by Nomad (Buy Dapper Dan Haircream) Otto
I was originally going to write something pointing a finger at the virgin/mother/whore trichotomy you find in a lot of work, even those things written by women. Then I realized that I don’t really have anything to SAY about it, other than “look, it’s this weird thing. You may now shower me with gifts.” On the other hand, when I was thinking about this topic, something else occurred to me, and that’s that the father figure in…. basically every show I’ve seen in a good, long while is either absent (either physically, as in, they’re not around, or emotionally, as in, you occasionally see them, but they have no real influence over the lives of their progeny) or bad (sleezy, corrupt, manipulative, or otherwise a jackass). Especially considering that Japan is a very male-dominate society, and that anime/manga is a very male-dominated hobby, you’d expect that an important relation in the lives of the characters would be the bond between fathers and sons. This post is designed to look at the issue, both from the literary standpoint and the social standpoint, and, then, will degenerate into crushing irrelevance. Join me for it, won’t you?
So, since this isn’t going to be focused on the specific missing father roles, I’m going to focus instead on reasons for the lack of fatherhood, of which I see three. First, the lack of available fathers could be a reaction to the actual condition of society over there. Second, it could be the case that the absence of father figures is being used to make a literary point/make it easier to write plots that make sense. Third, it could be that the problem is primary psychological, with the trait being a function of being young and male, a state which is true of most manga authors etc. Let’s examine each theory in turn.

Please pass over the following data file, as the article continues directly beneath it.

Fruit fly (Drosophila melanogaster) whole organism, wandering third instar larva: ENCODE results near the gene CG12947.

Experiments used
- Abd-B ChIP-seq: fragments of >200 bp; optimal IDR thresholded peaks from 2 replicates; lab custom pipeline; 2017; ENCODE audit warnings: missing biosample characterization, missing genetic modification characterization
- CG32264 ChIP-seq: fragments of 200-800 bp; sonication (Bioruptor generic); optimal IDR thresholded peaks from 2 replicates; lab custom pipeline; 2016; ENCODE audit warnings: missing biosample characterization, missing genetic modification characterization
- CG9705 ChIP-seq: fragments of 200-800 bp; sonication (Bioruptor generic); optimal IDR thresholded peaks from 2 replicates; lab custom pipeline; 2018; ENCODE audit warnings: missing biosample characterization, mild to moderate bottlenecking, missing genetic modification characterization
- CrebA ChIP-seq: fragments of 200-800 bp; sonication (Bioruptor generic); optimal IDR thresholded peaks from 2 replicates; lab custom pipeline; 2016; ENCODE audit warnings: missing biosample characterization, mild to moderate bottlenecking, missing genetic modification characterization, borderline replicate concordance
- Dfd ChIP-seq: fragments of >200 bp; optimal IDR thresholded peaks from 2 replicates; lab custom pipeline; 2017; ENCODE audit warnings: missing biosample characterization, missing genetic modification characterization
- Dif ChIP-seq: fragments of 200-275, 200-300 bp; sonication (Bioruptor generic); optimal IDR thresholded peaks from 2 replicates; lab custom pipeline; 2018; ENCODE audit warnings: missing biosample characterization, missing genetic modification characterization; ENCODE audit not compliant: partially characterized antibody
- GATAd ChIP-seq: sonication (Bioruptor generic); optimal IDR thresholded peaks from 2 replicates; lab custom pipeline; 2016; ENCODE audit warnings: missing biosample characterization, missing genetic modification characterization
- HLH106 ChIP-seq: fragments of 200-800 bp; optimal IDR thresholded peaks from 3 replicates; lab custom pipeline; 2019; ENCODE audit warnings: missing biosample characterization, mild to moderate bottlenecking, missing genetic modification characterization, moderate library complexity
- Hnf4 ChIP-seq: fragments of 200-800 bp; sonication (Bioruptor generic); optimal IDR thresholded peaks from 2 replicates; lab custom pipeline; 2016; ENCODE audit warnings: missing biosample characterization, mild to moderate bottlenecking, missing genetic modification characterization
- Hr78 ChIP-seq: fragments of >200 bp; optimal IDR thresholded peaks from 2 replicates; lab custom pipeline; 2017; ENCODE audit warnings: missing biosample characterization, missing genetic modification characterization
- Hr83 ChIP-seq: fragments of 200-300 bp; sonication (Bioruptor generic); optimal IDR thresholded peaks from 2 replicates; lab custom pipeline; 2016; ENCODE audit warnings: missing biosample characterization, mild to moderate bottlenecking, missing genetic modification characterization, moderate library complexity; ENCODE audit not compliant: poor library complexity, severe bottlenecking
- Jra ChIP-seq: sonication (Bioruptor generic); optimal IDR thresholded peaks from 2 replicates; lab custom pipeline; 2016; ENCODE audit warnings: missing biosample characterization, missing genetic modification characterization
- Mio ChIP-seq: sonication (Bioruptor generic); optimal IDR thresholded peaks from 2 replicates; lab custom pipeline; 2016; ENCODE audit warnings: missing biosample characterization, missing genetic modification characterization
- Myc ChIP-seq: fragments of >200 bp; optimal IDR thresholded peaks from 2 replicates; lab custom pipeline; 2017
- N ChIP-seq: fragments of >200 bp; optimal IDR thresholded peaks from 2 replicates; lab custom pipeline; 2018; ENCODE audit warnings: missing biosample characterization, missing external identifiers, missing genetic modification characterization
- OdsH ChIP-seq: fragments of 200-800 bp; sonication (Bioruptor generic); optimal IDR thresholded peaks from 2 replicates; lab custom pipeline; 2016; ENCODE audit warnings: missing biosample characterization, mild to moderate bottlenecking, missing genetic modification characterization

The theory of absent fathers corresponding to an actual social condition at first seems very attractive, because the traditional salaryman work ethic pretty much minimizes the amount of contact the fathers have with their children. If you leave at the crack of dawn, and stay at work or out drinking until late at night, your interaction with your beloved progeny is likely to be extremely minimal. This will naturally be reflected in the mind-scape of children, who become adults, who write books, comics, and shows, none of which have the presence of a strong father figure. Moreover, since the ethic of the salaryman pervades the culture, fathers who AREN’T gone all the time do so because of personal failing, or, rather, they may be perceived as being failures because they can’t fit into the salaryman system.
The problem with this idea, at least in my mind, is that even salarymen have days off. Regardless of how little influence they have, they have at least SOME place in the minds of their children. But we don’t see salarymen fathers. We don’t, in general, see fathers that place work above their children. We don’t see fathers who appear only from time to time. We see NO fathers. So, either the extent of the salaryman deprivations on normal (from the perspective of an upper-middle-class westerner) family life are much larger than I’d expect, or, there might be another explanation for what’s going on.